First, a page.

Swedish prosecutors have said that though the accusations are "credible," there is not enough evidence to indict the Wikileaks founder. Assange's main concern now is fighting extradition to the United States.
Swedish prosecutors announced on Tuesday that they were dropping a probe against Wikileaks founder Julian Assange, who had been accused by two women of assaulting them in Stockholm in 2010.
Although officials said they believed the women's claims to be "credible," they have now said that there does not appear to be enough evidence for an indictment. This follows a June decision by a Swedish court that Assange should not be detained.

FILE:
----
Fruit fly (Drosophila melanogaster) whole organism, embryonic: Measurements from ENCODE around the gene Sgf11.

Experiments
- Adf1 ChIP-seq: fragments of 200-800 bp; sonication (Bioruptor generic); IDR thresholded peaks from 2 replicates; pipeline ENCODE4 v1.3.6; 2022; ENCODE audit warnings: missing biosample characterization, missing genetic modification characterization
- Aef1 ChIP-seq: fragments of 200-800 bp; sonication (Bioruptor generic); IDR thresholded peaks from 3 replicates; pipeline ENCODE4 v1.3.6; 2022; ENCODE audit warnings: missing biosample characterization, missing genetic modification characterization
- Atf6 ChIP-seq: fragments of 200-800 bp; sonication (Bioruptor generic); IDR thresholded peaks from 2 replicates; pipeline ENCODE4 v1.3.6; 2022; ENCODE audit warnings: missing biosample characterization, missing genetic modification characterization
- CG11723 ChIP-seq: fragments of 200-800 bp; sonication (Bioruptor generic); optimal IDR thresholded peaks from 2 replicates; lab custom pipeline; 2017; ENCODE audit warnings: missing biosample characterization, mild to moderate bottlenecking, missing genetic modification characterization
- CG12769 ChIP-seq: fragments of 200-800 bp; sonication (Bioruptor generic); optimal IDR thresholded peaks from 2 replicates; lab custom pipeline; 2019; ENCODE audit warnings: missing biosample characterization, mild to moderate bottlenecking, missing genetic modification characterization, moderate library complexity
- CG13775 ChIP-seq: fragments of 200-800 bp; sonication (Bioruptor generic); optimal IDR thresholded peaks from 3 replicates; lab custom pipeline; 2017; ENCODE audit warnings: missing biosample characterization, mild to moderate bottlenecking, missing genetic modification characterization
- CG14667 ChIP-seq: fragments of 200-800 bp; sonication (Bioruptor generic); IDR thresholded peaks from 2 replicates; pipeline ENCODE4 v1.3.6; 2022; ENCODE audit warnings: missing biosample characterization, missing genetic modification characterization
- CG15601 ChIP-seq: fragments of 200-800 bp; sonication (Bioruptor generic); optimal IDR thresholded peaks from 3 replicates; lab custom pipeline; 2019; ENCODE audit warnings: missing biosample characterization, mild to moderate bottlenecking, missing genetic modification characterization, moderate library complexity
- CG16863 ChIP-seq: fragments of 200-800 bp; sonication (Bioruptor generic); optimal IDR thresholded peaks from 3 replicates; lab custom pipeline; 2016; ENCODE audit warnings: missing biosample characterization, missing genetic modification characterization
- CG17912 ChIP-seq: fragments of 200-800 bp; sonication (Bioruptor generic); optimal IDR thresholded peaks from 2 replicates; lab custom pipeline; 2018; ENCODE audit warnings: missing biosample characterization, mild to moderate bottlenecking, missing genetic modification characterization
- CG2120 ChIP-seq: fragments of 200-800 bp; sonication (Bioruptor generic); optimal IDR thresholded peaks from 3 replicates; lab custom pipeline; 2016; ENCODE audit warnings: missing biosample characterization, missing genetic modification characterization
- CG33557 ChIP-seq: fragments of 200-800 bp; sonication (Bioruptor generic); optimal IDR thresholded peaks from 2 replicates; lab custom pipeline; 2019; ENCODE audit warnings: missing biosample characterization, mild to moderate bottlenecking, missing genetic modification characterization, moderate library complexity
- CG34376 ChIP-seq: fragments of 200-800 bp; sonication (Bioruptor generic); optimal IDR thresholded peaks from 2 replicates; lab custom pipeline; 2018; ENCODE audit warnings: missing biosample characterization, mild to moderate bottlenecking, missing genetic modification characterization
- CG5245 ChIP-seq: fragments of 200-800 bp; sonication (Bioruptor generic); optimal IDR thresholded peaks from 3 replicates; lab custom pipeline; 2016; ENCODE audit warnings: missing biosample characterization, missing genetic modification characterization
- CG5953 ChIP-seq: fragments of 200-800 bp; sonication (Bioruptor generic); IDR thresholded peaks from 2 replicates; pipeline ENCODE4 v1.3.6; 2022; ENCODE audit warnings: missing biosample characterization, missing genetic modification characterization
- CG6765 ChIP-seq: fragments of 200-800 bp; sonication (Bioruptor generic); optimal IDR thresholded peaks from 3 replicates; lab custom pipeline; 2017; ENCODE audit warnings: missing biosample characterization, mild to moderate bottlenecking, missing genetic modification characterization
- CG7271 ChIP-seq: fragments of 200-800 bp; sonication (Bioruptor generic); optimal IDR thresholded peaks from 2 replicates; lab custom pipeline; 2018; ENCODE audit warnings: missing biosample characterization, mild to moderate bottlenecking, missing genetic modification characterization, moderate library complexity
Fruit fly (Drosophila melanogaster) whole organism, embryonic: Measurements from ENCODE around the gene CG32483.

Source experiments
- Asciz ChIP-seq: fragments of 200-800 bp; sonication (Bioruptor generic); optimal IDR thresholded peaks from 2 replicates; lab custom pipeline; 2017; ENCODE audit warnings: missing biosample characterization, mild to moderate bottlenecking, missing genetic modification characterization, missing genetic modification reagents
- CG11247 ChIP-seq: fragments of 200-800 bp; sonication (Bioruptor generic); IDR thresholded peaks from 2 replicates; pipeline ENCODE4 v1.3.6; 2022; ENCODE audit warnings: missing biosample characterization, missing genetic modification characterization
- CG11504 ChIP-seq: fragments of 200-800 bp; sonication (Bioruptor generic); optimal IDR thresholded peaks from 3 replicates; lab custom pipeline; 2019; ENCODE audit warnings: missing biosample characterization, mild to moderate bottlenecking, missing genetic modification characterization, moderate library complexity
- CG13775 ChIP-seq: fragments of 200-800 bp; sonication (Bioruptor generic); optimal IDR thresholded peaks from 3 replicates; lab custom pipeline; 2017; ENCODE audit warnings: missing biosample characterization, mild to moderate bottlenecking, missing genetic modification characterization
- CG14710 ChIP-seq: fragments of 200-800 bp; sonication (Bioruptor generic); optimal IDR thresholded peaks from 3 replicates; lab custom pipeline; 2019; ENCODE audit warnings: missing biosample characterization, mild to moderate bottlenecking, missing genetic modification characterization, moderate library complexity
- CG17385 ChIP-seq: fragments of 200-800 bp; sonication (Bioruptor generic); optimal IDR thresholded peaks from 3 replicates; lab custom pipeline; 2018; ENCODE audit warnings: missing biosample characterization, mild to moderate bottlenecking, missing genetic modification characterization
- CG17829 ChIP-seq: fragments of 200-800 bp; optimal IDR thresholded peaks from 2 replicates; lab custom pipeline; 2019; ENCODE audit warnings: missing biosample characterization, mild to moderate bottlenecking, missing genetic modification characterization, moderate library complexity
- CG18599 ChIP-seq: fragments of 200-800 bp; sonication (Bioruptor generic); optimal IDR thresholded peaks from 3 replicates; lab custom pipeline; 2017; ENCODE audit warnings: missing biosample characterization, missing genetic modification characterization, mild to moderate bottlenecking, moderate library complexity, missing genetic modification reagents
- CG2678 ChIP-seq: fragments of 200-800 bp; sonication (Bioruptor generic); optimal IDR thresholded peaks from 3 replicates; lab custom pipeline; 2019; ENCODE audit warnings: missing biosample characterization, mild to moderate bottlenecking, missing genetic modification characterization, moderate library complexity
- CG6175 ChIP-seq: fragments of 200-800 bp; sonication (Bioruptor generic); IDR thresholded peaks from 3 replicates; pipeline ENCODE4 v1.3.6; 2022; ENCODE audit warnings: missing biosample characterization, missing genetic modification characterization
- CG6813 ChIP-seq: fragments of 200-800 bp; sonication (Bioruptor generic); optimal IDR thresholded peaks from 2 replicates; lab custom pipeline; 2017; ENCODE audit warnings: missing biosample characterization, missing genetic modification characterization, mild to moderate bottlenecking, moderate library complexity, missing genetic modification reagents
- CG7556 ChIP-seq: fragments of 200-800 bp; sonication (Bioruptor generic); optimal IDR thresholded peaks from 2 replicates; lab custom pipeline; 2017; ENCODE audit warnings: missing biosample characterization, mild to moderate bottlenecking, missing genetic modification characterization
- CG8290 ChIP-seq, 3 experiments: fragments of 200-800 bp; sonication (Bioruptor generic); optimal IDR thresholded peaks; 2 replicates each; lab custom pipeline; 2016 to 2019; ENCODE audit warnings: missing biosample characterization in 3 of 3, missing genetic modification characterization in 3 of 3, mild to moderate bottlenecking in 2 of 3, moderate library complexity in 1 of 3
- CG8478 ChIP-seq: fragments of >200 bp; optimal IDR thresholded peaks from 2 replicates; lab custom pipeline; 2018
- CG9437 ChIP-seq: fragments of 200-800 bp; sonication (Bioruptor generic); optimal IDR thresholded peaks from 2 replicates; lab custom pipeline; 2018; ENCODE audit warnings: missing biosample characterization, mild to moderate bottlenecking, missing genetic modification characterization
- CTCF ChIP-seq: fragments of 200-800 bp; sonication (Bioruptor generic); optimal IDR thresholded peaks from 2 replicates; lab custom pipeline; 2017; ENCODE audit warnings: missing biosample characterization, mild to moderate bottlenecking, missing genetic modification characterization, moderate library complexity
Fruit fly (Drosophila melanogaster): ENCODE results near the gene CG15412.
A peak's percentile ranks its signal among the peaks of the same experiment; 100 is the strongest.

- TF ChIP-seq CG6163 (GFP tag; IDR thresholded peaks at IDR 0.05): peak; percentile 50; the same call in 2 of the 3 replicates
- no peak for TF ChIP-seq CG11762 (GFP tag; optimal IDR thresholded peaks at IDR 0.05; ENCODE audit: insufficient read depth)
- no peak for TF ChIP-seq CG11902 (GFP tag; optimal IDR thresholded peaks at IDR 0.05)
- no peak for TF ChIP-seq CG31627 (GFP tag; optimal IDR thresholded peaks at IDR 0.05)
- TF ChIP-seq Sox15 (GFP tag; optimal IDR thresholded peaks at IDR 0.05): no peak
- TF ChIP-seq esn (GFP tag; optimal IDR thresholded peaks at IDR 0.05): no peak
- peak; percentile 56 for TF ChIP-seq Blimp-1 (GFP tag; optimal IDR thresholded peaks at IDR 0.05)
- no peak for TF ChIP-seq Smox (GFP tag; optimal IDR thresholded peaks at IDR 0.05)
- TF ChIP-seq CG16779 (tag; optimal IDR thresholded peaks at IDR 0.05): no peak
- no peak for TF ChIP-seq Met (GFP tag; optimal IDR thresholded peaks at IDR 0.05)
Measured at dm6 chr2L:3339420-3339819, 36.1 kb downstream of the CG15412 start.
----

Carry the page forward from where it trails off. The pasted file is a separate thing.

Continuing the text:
Wikileaks editor-in-chief Kristinn Hrafnsson wrote on Twitter that public conversation should now focus on the "the belligerent prosecution of the United States and the threat it poses" to free speech.
Assange had consistently denied the allegations, claiming it was a ploy by Washington to get him extradited to the United States.
To evade an international arrest warrant, Assange sought asylum in the Ecuadorian Embassy in London in 2012. In April 2019, however, Ecuador's President Lenin Moreno said that the 48-year-old Australian had violated the terms of his asylum and he was expelled from the embassy. He was then promptly arrested by British authorities.
Assange is currently serving a 50-week jail sentence in the UK for skipping bail. He is still fighting extradition to the US after he has served this sentence, where he is wanted for violating the Espionage Act in connection with Wikileaks' publishing of classified documents.
His extradition hearing is set for February 2020.
es/rt (AFP, dpa)